Jänschwalde Coal Power Station is located near the village of Jänschwalde in Brandenburg on the German-Polish border. The lignite-fired power station has an installed capacity of 3,000 megawatts and consists of six 500 MW units. Jänschwalde Coal Power Station is the second-largest brown coal power plant in operation in Germany and is owned by Swedish state-owned Vattenfall.

The Jänschwalde Coal Power Station was built between 1976 and 1989. Between the German reunification and the mid-1990s, modern environmental technology was adopted, making higher efficiency possible. Despite this, the power station has the fifth-lowest ratio of energy efficiency to CO2 emission in Europe, according to a study by the WWF.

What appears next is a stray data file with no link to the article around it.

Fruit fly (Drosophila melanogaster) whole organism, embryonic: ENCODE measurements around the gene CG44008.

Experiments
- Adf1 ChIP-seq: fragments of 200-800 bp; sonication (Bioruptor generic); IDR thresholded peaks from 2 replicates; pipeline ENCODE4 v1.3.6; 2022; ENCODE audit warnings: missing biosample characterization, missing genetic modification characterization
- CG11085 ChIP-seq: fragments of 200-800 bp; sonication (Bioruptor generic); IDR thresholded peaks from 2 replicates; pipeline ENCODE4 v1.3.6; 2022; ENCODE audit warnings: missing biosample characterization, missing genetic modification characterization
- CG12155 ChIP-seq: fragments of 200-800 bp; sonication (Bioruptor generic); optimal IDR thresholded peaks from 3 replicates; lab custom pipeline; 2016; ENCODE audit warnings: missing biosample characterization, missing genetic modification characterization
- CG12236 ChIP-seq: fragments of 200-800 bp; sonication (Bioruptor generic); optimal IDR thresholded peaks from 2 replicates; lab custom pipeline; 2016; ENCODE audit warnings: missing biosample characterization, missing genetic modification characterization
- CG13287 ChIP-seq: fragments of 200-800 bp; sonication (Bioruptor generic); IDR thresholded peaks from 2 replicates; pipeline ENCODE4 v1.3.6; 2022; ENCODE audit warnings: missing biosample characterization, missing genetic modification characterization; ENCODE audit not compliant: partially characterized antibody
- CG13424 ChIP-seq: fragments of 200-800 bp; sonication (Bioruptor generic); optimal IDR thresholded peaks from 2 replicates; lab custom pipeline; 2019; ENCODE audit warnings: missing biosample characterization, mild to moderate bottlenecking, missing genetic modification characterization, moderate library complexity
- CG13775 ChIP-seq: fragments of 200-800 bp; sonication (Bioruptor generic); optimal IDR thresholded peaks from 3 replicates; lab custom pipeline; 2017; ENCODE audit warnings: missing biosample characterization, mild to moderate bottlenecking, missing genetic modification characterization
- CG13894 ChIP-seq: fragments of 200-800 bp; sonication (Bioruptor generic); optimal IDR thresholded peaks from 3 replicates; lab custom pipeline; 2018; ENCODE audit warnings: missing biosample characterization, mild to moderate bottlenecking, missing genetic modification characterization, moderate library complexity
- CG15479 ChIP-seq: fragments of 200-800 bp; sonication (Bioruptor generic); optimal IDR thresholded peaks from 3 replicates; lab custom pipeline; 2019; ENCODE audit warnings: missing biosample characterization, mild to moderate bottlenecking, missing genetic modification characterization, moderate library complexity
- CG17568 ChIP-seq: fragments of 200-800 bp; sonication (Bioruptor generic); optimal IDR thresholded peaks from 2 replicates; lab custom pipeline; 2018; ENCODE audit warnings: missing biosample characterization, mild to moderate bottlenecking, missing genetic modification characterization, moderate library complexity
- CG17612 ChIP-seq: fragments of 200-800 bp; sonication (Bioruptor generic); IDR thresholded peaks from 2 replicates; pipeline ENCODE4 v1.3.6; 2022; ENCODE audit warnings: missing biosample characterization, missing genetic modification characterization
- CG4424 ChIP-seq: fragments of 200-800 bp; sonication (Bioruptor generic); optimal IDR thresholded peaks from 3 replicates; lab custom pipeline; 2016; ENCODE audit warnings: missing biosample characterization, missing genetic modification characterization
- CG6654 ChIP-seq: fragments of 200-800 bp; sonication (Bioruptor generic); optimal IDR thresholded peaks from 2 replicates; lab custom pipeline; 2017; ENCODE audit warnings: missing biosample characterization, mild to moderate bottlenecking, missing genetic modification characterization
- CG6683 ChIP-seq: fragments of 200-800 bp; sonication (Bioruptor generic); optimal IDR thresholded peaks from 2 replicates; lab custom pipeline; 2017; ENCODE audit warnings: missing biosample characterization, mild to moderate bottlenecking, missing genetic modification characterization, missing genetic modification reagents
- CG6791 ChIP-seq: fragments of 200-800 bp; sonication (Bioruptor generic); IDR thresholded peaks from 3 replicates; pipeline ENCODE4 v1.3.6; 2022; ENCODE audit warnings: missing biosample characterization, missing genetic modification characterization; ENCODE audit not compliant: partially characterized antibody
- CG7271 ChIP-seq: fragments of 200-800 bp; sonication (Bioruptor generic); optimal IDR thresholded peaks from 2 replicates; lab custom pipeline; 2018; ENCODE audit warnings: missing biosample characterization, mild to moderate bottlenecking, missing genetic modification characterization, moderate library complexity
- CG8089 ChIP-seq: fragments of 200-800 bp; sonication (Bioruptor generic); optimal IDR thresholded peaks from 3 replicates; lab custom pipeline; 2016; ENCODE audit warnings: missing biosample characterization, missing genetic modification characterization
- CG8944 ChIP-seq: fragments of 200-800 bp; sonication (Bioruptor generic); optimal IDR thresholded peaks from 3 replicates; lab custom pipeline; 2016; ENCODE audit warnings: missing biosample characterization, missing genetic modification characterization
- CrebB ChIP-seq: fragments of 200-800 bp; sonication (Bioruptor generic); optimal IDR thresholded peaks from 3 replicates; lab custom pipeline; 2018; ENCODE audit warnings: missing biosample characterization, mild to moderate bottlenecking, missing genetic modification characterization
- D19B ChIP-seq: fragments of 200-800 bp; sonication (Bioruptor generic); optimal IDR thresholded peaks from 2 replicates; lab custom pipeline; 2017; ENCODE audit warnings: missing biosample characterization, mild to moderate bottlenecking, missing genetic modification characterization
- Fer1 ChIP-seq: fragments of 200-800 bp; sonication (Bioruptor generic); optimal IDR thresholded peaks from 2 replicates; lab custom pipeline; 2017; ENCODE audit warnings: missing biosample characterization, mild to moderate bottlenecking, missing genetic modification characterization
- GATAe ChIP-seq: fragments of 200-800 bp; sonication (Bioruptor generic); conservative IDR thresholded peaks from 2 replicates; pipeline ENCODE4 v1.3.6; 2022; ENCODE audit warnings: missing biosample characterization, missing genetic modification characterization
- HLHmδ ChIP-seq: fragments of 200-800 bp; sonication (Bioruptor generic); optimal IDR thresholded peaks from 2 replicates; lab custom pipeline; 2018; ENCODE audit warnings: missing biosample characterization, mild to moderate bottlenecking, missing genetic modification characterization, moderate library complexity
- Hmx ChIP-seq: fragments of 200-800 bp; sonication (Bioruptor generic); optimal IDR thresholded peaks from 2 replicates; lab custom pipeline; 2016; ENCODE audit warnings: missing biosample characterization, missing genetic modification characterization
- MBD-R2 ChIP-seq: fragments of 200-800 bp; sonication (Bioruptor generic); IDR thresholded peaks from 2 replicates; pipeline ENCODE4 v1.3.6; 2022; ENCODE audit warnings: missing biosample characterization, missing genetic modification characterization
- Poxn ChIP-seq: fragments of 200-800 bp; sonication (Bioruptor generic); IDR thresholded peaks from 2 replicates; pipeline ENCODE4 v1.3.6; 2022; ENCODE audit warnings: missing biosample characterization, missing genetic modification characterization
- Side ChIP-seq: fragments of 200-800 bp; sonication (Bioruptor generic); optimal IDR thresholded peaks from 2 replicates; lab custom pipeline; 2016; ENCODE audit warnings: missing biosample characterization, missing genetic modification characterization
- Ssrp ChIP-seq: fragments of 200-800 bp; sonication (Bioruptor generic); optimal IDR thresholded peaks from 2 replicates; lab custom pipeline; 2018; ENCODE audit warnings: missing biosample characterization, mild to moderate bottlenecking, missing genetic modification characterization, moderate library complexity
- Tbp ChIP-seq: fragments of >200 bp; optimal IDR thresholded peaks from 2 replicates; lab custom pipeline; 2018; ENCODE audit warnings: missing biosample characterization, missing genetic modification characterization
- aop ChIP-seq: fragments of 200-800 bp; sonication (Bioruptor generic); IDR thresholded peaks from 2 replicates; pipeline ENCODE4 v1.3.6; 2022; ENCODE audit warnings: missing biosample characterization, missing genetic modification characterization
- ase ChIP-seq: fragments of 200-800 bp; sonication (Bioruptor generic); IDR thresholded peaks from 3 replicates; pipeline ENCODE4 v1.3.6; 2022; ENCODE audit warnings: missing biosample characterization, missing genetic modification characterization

Jänschwalde Coal Power Station predominantly fires raw brown coal from nearby open-pit mining in Jänschwalde and Cottbus to the north. At full load the power station burns approximately 80,000 tons of brown coal a day. From one kilogram of brown coal about one kilowatt-hour of electrical energy is produced.

The annual power output lies around 22 billion kWh, 22 TWh.

The site formerly featured three obsolete 300 meters (984 ft) chimneys. These were gradually dismantled in a complex process between 2002 and 2007, as conventional demolition was not possible on the site for space reasons. A unique procedure was introduced for this task: the chimneys were broken down from the top to a height of 50 meters (164 ft) by a special mechanism equipped with excavators which works round the edges of the chimneys, after which the remaining stacks are being demolished by conventional means.